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NIOSH Alert on Work-Related Latex Allergy Recommends Steps to Reduce Exposures

NIOSH Update:

Contact: Fred Blosser (NIOSH) (202) 260-8519
Date: June 23, 1997

The National Institute for Occupational Safety and Health (NIOSH), part of the Centers for Disease Control and Prevention (CDC) in the U.S. Department of Health and Human Services, today recommended ways to protect workers from allergic reactions due to job-related exposures to natural rubber latex in gloves and other products.

Latex allergy can result from repeated exposures to proteins in natural rubber latex through skin contact or inhalation. Reports of work-related allergic reactions to latex have increased in recent years, especially among employees in the growing healthcare industry, where latex gloves are widely used to prevent exposure to infectious agents.

At least 7.7 million people are employed in the health-care industry in the U.S. Once sensitized, workers may go on to experience the effects of latex allergy. Studies indicate that 8 percent to 12 percent of health-care workers regularly exposed to latex are sensitized, compared with 1 percent to 6 percent of the general population, although total numbers of exposed workers are not known.

Symptoms include skin rash and inflammation, respiratory irritation, asthma, and in rare cases shock. In some instances, sensitized employees have experienced reactions so severe that they impeded the worker’s ability to continue working in their current job.

Wherever feasible, NIOSH recommends the selection of products and implementation of work practices that reduce the risk of allergic reactions. Employee education about latex allergy and monitoring of allergy symptoms also are recommended. The recommendations, which are voluntary, are contained in a NIOSH Alert requesting the assistance of employers, workers, and occupational health professionals in preventing work-related latex allergic reactions. Evolving technology for manufacturing latex products and improvements in methods for measuring exposures may lead to changes in the recommendations in the future, NIOSH noted.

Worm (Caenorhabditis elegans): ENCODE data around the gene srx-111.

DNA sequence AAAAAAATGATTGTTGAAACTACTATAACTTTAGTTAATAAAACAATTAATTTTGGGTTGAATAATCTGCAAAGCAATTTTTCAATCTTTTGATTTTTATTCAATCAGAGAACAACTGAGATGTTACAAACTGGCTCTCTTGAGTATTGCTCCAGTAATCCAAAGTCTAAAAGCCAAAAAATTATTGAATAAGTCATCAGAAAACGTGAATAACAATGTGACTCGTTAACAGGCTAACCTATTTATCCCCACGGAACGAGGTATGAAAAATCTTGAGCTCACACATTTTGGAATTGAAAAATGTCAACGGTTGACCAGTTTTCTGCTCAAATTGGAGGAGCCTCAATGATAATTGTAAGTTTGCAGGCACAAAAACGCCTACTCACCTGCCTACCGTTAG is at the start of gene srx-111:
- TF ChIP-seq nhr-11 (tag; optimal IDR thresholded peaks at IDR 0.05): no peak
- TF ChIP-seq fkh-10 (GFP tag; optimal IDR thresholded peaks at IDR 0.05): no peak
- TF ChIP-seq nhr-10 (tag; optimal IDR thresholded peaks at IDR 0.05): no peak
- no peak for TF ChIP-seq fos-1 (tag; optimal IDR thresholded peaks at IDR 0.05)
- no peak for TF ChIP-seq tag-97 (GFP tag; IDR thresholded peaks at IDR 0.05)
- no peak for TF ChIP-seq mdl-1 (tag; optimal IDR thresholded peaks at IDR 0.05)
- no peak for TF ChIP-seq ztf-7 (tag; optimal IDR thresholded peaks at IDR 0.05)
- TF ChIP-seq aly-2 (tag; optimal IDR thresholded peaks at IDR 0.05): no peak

“NIOSH’s recommendations highlight practical ways to protect workers in many industries, including the nation’s dedicated health- care employees,” said Health and Human Services Secretary Donna E. Shalala. “These are clear, basic precautions to prevent exposures that can impair workers’ health, disrupt careers that represent years of training and hard work, and burden employers in growing sectors of our economy.”

“The NIOSH recommendations provide a sensible public-health blueprint that can be used for determining appropriate safeguards in different work settings,” said CDC Director David Satcher, M.D., Ph.D.

The NIOSH Alert reminds health care workers and employers that appropriate protection is necessary when handling infectious materials, as specified in CDC guidelines for preventing exposure of health-care workers to the human immunodeficiency virus and the Hepatitis B virus. If latex gloves are chosen as appropriate protection, they should be reduced-protein, powder-free latex gloves, NIOSH suggests. Powder used as a lubricant in some gloves can increase exposure to the allergy-causing proteins in natural latex through skin contact and inhalation.